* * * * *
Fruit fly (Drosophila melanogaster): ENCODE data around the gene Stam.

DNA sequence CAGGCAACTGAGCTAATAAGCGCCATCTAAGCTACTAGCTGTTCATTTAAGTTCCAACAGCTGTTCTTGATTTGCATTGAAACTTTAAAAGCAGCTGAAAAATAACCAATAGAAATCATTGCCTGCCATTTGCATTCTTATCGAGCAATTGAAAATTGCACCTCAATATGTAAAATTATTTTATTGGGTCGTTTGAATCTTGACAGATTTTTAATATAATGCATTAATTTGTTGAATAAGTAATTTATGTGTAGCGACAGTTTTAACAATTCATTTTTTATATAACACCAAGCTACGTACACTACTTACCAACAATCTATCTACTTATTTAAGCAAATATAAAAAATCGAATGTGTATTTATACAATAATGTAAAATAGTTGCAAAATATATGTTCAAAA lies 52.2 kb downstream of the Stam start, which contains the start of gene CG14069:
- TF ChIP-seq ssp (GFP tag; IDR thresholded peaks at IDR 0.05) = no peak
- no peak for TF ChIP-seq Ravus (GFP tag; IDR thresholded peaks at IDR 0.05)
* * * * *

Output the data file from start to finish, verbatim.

Fruit fly (Drosophila melanogaster): ENCODE data around the gene Stam.

DNA sequence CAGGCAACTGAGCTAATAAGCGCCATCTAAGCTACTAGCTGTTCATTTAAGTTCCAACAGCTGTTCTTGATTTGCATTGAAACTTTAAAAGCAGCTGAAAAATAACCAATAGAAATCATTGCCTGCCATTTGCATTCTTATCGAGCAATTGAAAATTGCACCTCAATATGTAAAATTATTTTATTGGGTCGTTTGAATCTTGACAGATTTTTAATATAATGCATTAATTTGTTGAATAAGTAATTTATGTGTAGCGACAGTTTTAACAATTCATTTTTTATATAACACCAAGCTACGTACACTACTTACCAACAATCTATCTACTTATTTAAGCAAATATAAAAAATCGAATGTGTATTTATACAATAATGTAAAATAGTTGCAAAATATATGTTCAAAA lies 52.2 kb downstream of the Stam start, which contains the start of gene CG14069:
- TF ChIP-seq ssp (GFP tag; IDR thresholded peaks at IDR 0.05) = no peak
- no peak for TF ChIP-seq Ravus (GFP tag; IDR thresholded peaks at IDR 0.05)